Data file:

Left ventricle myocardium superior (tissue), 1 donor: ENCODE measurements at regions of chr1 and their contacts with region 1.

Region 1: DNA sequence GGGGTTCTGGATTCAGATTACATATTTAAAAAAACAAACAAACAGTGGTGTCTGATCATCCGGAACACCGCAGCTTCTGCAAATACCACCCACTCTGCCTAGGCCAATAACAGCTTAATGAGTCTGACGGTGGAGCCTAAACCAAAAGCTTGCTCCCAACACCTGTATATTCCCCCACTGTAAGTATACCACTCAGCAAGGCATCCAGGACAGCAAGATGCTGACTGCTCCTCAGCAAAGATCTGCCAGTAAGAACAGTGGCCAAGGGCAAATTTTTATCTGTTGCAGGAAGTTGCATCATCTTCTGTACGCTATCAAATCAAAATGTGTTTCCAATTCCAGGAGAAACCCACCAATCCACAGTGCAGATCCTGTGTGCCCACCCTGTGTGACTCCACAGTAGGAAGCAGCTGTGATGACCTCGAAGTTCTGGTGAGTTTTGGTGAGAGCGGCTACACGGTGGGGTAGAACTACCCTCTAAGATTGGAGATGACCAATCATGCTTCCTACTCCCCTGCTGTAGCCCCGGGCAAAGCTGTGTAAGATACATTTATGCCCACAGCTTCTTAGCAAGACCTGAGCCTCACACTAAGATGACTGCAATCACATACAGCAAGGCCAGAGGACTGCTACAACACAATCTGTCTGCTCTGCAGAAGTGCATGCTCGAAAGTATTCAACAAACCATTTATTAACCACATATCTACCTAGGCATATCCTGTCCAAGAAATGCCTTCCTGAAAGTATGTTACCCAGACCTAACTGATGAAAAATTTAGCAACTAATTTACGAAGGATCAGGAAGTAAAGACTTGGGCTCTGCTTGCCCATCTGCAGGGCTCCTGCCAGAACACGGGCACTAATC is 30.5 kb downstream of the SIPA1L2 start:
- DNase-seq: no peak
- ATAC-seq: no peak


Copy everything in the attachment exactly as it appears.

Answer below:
Left ventricle myocardium superior (tissue), 1 donor: ENCODE measurements at regions of chr1 and their contacts with region 1.

Region 1: DNA sequence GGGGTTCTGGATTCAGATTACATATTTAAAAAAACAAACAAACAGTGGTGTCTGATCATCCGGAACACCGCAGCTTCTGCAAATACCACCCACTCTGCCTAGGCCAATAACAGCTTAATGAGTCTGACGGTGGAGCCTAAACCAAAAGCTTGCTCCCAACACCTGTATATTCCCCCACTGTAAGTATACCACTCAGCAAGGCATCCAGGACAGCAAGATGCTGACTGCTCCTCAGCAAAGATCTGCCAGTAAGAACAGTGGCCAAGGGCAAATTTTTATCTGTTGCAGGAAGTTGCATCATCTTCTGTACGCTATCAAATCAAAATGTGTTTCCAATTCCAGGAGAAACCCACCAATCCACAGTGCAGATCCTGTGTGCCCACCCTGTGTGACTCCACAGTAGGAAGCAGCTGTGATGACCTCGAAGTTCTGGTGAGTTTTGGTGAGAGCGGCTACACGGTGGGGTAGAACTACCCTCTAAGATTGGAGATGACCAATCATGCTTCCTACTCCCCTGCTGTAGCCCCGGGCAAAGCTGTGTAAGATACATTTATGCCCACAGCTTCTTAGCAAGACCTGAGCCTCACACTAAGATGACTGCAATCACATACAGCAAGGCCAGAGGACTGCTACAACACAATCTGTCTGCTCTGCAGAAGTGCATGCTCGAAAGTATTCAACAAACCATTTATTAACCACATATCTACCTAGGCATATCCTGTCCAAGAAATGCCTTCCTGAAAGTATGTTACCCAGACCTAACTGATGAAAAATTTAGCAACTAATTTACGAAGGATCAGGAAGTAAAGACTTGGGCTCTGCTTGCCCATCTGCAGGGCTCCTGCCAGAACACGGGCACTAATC is 30.5 kb downstream of the SIPA1L2 start:
- DNase-seq: no peak
- ATAC-seq: no peak